Food For Thought At Web Summit

Thursday PM: It’s the final leg of the Web Summit and Bonin Bough bursts onto the Marketing Stage with a bounding enthusiasm and energy which lifts the entire room. As vice president of global media and consumer engagement at Mondelez International, the world’s largest snacking company, Bough knows how to capture the attention of his audience.

He’s here to tell us about the difference between how old and new organisations operate. While newer organisations are creating growth and value at an astonishing speed, older, larger organisations need a change of culture to inject innovation into their business and to move forward. But how do you change the culture of an organization and unlock opportunity?

It has nothing to do with size, industry, geography, age or education. New organisations have tapped into a cultural phenomenon whereby they create value by breaking things and it’s all down to talent, according to Bough. He believes that you have to hack culture to create an environment that drives change – it’s about breaking your core business.

But how does Mondelez break its core business of snacking? With the explosion of mobile changing social media habits, it set out to look at the future of snacking distribution and after four days of hyper-brainstorming the team came up with the idea of vending while trending. This saw one of Mondelez’s brands, Oreo, conducting an experiment called ‘Trending Vending’ at this year’s SXSW festival, where they provided a customized consumer experience based on trending Twitter conversations.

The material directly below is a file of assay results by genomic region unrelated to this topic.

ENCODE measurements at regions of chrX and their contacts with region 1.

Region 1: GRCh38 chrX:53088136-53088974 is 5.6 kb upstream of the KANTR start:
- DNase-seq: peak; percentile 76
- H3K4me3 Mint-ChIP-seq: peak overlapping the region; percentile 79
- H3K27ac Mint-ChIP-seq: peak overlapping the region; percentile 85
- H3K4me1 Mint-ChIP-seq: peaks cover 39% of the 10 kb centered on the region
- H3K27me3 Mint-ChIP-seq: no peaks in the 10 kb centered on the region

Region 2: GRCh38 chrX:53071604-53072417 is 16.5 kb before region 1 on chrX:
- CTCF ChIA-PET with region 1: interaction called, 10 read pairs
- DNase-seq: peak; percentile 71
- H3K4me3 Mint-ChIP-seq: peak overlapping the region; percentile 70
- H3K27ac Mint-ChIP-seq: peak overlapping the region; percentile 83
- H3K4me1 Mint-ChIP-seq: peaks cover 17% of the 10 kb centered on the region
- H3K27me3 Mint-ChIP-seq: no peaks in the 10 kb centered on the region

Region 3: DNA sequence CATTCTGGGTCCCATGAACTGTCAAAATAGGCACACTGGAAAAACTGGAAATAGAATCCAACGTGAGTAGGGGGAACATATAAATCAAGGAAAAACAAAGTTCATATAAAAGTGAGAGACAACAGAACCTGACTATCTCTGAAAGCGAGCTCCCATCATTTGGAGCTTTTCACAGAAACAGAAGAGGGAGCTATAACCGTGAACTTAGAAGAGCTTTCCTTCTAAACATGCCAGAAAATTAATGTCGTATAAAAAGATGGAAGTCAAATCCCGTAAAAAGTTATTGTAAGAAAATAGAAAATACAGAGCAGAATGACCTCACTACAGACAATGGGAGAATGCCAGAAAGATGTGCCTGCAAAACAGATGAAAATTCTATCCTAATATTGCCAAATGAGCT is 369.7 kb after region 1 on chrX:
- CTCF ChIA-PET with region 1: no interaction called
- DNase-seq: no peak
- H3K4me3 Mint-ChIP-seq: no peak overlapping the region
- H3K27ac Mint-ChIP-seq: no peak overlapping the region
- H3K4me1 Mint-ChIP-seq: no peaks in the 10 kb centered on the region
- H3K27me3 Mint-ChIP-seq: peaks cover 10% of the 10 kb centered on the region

Oreo’s vending machines used 3D printing technology and the hashtag #eatthetweet to create designs based on what was currently trending on Twitter. The result: 10,0000 attendees queued for up to two hours in the rain to create their own personal cookie and over 42 million impressions between online, print and social media. The experiment was such a success that Oreo is now taking it on the road.

Bough acknowledged that bringing to life new ideas is difficult, but that a talented team willing to not only embrace the future but to hack it is what will drive an organisation forward. According to computer scientist Alan Kay, “the best way to predict the future is to invent it.” Bough concluded by re-coining this famous quote, suggesting that “The best way to predict the future is to hack it.” His vision should certainly provide marketers in larger organisations with food for thought.